A commentator for The Hill argued that Kavanaugh ignored that the Court in those cases overruled precedent to recognize fundamental rights that were previously denied. Here, it was said, the Court was denying fundamental rights that were previously recognized.  Put aside for the moment the fact that West Coast Hotel v. Parrish reversed the long-standing recognition of the right to contract.  Many critics at the time Brown was handed down, including Judge Learned Hand and Professor Herbert Wechsler---both long-time supporters of racial integration-- observed that the fundamental right of free association was in fact being denied and that the Brown opinion had failed to state a neutral, general principle upon which its holding could be based, a principle, that is, that applied equally to all parties and did not deny long-recognized fundamental rights to some in favor of others.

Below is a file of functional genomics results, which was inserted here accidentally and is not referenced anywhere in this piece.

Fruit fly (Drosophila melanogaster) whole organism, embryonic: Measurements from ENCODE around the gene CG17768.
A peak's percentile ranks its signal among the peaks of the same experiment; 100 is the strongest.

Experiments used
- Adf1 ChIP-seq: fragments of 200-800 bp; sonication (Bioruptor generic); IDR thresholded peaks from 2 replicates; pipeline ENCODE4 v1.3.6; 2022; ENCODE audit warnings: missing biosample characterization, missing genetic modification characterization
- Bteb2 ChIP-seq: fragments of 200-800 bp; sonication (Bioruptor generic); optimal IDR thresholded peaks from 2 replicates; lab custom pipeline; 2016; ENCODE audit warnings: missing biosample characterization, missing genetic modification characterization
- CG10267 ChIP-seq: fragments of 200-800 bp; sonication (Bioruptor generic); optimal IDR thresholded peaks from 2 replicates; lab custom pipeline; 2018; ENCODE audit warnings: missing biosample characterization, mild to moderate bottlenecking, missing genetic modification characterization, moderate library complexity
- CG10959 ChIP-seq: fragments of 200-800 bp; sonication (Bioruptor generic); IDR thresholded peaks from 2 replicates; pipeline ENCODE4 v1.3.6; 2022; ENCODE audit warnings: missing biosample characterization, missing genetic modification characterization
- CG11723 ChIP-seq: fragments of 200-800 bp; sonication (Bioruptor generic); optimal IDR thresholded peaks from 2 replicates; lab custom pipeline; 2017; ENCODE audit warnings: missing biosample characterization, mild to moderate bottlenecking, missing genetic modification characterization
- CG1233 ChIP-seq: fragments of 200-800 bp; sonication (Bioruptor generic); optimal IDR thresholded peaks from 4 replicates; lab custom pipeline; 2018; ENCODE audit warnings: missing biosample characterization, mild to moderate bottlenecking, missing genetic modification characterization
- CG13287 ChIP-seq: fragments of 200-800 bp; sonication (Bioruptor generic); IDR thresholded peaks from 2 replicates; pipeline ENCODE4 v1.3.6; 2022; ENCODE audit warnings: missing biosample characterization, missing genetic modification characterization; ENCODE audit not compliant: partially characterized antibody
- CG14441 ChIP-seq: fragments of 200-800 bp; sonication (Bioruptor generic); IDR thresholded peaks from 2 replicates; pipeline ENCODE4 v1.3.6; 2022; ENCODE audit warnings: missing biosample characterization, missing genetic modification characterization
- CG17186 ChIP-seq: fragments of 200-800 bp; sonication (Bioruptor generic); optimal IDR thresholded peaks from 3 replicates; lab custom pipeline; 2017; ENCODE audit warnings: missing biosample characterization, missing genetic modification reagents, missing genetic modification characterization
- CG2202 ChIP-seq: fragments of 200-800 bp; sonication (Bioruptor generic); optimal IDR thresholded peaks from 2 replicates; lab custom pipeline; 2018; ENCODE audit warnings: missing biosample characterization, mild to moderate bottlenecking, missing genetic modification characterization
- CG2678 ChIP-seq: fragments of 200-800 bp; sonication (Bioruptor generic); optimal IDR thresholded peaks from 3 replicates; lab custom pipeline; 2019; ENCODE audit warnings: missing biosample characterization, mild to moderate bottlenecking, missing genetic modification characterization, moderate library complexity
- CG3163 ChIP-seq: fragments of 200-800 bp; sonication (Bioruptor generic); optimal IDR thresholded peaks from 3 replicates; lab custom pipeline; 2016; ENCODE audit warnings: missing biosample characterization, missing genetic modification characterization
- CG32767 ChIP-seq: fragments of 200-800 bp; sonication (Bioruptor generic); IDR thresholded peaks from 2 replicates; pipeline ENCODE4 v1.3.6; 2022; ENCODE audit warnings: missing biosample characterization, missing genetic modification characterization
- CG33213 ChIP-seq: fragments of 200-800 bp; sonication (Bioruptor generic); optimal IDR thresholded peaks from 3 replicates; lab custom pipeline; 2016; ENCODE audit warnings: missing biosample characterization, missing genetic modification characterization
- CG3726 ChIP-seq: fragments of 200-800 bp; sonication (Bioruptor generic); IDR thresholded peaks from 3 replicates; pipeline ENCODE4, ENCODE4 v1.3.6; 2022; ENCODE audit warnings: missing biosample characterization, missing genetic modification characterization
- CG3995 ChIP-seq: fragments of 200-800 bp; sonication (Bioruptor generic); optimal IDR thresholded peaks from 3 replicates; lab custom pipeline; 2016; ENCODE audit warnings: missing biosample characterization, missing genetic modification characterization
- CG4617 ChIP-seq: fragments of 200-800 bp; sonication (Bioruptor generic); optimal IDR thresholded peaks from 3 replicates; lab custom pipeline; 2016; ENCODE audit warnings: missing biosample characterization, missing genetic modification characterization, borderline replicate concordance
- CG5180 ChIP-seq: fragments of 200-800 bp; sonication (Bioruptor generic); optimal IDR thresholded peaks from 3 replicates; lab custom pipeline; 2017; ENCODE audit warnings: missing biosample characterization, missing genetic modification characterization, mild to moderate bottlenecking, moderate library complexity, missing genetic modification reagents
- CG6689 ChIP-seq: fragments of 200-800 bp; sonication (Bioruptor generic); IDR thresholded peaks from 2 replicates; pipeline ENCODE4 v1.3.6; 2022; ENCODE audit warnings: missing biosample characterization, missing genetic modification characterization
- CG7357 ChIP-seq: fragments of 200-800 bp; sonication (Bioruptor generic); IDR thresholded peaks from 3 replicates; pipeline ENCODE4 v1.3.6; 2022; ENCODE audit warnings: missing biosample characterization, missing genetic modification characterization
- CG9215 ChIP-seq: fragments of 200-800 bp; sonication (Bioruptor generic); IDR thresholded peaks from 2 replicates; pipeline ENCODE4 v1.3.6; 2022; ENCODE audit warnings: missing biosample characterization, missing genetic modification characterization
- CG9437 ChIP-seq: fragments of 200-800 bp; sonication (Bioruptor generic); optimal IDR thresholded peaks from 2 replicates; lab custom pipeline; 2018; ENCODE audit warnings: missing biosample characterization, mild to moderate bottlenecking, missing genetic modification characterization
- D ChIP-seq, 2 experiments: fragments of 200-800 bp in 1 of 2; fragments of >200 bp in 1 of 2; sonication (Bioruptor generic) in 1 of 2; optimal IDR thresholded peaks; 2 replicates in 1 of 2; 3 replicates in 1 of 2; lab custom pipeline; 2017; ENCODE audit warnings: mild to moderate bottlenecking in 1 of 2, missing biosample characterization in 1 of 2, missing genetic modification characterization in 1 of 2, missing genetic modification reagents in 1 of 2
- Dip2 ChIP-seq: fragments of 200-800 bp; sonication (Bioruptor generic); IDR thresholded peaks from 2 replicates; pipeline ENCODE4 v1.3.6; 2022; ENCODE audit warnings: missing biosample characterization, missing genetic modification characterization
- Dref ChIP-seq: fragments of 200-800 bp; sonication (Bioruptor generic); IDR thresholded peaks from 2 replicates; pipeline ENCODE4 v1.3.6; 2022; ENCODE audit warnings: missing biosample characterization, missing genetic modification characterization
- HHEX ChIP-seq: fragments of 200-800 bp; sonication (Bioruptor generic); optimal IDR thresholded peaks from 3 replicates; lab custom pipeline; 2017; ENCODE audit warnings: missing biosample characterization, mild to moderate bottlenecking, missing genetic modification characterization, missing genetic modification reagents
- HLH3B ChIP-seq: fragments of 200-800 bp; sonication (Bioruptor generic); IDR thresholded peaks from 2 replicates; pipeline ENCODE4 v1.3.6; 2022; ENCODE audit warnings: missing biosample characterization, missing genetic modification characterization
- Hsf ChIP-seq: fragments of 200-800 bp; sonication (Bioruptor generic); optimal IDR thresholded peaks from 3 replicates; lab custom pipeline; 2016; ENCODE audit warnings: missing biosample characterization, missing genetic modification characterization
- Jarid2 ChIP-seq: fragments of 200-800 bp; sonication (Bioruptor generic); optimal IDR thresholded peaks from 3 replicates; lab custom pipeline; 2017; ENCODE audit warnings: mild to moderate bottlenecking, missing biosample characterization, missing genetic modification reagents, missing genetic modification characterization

Brown was saved by the hard work of finding a neutral, general principle to support its holding and, importantly, the per curiams, work that a “fundamental right to education” could not do.  That principle was  finally and decisively articulated in an historic essay in the Harvard Law Review by Professor Charles Black.  “The Lawfulness of the Segregation Decisions” argued that segregation by law was essentially the maintenance of a caste system by the state---golf courses and bathrooms were actually linked to schoolrooms---which is obviously incompatible with the text of the 14th amendment that guarantees the equal protection of the laws.  It wasn’t simply separate schools, which continued to exist during and after the ratification of the 14th amendment; or even segregation on public transport which became widespread shortly thereafter without significant comment by the ratifiers.  It was the entire system of Jim Crow, carefully built, year by year, in state after state that sought to subordinate Black people encompassingly.

The error of the editorialists and the commentators, however, points the way to what should have happened to Roe. What was needed for Roe was a reconstruction similar to that which was provided to Brown.